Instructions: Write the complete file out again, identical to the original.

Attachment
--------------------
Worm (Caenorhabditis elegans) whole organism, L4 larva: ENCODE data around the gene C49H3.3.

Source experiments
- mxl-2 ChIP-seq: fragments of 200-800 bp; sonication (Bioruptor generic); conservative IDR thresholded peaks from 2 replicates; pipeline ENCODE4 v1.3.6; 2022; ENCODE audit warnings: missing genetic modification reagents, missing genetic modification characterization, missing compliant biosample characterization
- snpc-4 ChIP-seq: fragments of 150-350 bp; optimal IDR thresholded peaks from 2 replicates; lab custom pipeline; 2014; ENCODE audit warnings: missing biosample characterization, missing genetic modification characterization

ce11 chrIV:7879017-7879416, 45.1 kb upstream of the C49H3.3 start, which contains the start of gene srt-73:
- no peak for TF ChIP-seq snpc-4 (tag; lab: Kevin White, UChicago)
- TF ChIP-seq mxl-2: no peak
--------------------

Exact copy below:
Worm (Caenorhabditis elegans) whole organism, L4 larva: ENCODE data around the gene C49H3.3.

Source experiments
- mxl-2 ChIP-seq: fragments of 200-800 bp; sonication (Bioruptor generic); conservative IDR thresholded peaks from 2 replicates; pipeline ENCODE4 v1.3.6; 2022; ENCODE audit warnings: missing genetic modification reagents, missing genetic modification characterization, missing compliant biosample characterization
- snpc-4 ChIP-seq: fragments of 150-350 bp; optimal IDR thresholded peaks from 2 replicates; lab custom pipeline; 2014; ENCODE audit warnings: missing biosample characterization, missing genetic modification characterization

ce11 chrIV:7879017-7879416, 45.1 kb upstream of the C49H3.3 start, which contains the start of gene srt-73:
- no peak for TF ChIP-seq snpc-4 (tag; lab: Kevin White, UChicago)
- TF ChIP-seq mxl-2: no peak